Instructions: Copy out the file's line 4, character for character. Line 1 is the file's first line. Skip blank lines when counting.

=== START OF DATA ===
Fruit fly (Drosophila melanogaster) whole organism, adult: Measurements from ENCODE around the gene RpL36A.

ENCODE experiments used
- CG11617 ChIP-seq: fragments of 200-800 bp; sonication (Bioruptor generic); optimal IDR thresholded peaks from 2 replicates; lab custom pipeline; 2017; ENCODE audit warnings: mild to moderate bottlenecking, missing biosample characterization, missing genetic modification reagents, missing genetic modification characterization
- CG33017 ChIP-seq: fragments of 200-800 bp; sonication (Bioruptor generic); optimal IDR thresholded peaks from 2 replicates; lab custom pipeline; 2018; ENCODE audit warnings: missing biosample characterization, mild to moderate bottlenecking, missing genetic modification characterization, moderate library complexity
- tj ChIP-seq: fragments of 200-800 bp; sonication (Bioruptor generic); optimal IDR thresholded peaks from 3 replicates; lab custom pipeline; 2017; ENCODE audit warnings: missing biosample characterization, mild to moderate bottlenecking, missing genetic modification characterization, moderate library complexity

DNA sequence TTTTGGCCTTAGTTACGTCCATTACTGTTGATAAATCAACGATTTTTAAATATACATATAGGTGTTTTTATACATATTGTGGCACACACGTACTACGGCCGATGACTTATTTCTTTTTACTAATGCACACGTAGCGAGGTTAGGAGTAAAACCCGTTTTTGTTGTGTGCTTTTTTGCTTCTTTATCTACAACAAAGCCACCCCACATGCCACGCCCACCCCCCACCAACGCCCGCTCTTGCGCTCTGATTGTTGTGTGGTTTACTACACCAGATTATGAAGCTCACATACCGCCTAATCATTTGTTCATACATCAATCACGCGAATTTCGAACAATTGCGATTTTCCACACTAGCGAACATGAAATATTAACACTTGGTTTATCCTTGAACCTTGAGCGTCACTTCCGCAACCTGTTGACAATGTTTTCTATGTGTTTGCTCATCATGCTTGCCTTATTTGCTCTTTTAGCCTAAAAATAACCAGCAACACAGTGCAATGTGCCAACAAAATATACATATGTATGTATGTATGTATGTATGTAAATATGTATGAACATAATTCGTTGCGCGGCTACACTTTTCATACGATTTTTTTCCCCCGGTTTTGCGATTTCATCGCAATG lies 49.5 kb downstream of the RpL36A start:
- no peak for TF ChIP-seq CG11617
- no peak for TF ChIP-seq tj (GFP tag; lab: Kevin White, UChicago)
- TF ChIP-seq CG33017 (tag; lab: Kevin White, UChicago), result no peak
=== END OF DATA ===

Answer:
- CG33017 ChIP-seq: fragments of 200-800 bp; sonication (Bioruptor generic); optimal IDR thresholded peaks from 2 replicates; lab custom pipeline; 2018; ENCODE audit warnings: missing biosample characterization, mild to moderate bottlenecking, missing genetic modification characterization, moderate library complexity